Dr. Keith B. Wong
Hello. I am pleased to have this opportunity to provide an overview of my education, philosophy, and experience as an orthodontist, as well as a brief glimpse into my life outside of the practice.
I have often been asked how one “ends up” as an orthodontist; occasionally by someone who is interested in the field, but most often by those who would have never considered orthodontics as a profession. In my case, the decision to become an orthodontist was made at the age of sixteen upon the realization that any future career would be in a field that involved children. I considered following in my mother’s footsteps, pursuing teaching as a profession, but orthodontics had special appeal: I had always loved working with small mechanical models and kits and had a natural artistic propensity. I was also aware that, of my high school peers, the children of orthodontists seemed to enjoy a happy and balanced home life. These factors fueled a determination to attend dental school and pursue post-doctorate studies in orthodontics.
The first step was graduation from the Honors College of the University of Michigan with a Bachelor of Science in Biology. University of Michigan dental school immediately followed. Just prior to receiving the Doctor of Dental Surgery degree, I learned that I had been accepted into the Master’s degree program in orthodontics at Saint Louis University’s Medical Center. The SLU orthodontic program was known nationally for excellence in clinical education and for its then chairman, Lysle E. Johnston, Jr., a leader in orthodontic education and research. “Dr. J” was academically rigorous and demanding, yet truly inspiring and a great friend. I remain grateful to him and continue to hold him as an inspiration to my work.
Since graduation from SLU, I have had the opportunity to successfully treat over three thousand patients and have found that my interest in orthodontics has continued to grow. New technologies, including advanced imaging, advancements in wire composition and bonding procedures, and Invisalign have made my profession even more rewarding. I truly enjoy both the diagnostic process; the piecing together of the puzzle, you might say, and the treatment process; seeing the treatment plan come to life and change a self-conscious smile into a brilliant and healthy one. But most importantly, I enjoy working with patients, young or old, and helping them to achieve the results that they desire.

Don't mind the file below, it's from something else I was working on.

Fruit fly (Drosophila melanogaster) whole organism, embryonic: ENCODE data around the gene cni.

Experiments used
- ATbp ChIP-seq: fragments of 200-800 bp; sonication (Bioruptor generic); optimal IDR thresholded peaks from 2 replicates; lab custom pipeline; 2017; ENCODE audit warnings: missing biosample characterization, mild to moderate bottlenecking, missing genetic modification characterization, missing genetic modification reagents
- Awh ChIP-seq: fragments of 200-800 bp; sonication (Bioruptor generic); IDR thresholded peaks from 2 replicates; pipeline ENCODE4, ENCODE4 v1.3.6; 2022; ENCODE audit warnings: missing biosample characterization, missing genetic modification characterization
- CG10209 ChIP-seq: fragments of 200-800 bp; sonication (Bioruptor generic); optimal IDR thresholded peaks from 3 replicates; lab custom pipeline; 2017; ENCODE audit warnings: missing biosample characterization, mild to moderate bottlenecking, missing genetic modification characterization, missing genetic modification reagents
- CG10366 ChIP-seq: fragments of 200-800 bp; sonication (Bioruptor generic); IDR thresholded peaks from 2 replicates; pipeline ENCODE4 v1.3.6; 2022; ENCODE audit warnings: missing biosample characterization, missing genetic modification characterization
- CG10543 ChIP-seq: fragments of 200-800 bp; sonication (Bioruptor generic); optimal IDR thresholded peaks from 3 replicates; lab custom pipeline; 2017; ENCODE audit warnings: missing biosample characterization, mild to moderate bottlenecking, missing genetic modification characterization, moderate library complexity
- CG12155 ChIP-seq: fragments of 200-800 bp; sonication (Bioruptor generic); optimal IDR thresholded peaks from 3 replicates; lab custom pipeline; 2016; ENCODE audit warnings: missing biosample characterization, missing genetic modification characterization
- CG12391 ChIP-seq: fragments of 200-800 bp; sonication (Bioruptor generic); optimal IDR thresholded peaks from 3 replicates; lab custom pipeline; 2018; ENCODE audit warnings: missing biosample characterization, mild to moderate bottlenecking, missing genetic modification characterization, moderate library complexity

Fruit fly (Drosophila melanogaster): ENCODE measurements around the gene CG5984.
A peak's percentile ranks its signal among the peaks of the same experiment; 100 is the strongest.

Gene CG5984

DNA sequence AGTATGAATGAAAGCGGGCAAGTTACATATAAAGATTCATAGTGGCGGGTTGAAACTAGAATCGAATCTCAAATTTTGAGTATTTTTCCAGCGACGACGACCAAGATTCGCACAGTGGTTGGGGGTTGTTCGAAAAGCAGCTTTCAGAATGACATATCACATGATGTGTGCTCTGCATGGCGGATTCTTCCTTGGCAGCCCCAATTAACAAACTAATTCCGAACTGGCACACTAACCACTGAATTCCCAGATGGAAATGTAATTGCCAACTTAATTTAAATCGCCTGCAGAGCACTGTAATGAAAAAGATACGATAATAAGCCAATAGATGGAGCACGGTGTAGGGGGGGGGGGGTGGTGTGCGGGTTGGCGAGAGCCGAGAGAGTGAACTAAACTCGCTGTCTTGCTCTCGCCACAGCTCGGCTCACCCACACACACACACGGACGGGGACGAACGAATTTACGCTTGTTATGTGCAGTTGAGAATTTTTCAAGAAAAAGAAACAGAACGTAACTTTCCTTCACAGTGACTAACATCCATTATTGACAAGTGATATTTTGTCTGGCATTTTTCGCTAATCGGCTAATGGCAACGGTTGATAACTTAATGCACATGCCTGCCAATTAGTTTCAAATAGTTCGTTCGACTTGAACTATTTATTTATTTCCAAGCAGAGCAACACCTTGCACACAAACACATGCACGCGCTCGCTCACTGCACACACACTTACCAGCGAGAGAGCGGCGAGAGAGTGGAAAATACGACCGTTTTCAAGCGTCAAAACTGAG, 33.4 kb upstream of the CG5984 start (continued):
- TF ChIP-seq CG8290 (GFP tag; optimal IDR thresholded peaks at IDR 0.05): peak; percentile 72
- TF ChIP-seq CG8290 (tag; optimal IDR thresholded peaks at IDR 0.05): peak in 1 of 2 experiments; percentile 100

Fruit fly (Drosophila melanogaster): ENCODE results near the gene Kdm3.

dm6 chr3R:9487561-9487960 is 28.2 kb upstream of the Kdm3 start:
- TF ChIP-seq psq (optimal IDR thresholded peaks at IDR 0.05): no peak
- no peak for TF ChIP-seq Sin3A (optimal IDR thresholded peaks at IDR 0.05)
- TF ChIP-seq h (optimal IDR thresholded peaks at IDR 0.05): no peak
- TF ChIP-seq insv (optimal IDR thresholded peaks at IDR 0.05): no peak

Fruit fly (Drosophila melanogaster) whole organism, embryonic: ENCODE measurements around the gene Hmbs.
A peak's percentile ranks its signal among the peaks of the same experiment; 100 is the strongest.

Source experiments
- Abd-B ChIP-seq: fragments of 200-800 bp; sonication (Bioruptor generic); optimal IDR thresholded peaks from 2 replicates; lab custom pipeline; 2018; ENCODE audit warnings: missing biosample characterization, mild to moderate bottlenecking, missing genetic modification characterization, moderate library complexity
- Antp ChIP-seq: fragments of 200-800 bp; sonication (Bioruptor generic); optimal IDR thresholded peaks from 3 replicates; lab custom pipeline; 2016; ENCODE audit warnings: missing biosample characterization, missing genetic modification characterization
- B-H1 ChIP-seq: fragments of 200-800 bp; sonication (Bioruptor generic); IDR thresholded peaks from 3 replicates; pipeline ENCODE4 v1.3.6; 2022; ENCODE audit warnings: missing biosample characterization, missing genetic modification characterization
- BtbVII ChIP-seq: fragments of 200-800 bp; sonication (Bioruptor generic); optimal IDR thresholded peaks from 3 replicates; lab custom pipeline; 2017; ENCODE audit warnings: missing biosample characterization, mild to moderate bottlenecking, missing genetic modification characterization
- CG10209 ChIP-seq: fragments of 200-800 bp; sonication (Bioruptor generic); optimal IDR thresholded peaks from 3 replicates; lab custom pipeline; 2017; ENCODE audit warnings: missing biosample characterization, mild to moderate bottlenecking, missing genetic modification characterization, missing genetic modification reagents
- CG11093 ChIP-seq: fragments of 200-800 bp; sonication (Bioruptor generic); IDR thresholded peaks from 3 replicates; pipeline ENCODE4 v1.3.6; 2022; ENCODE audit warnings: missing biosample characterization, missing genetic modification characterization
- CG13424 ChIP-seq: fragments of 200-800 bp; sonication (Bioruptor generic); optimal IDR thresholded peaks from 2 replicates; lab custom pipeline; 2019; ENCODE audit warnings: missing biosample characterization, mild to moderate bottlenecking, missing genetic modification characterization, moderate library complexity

The question was posed by a professor in my orthodontic program, “What makes an excellent orthodontist?” My first thoughts, and likely those of my fellow residents, were of mechanics and achieving ideal results. The professor waited, allowing it to dawn on us that this was not the only criteria. He pointed out that, yes, an excellent orthodontist must master his or her craft, but he or she must also take care of patients, providing a positive environment and experience; that the excellent orthodontist must consider all aspects of the “practice” as important, and this means the establishment of quality relationships. Without quality relationships, which require good communication, the best mechanics in the business will not result in a satisfied patient. This principle has guided my career and drives my choice of team members and the intention of the practice to be a place of service, where each of us strives to serve in his or her respective role in the most effective and positive manner possible. My goals for the practice, then, are multifaceted; excellent orthodontic results created in an excellent environment of willing and friendly people.
After all these years, the decision made at sixteen has proven to be a profoundly good one. In fact, the opportunity to provide orthodontic care has taught me one of the most important lessons—work can be an expression of the general intention of one’s life rather than simply an activity or a means to a certain lifestyle. For me, that general intention is to be of service to others.
Outside of orthodontic practice, my interests are many. Mary, my partner of twenty years, and I spend our leisure time enjoying our dog Chico, performances of classical music, walks in the woods of Vashon, meditation and contemplation, and when we can arrange it, bridge nights with our friends; though, admittedly, we’re not serious bridge players! We currently divide our time between Vashon and Seattle; a balance that allows us to enjoy the best of the city and the country.
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Keith B. Wong, DDS, MS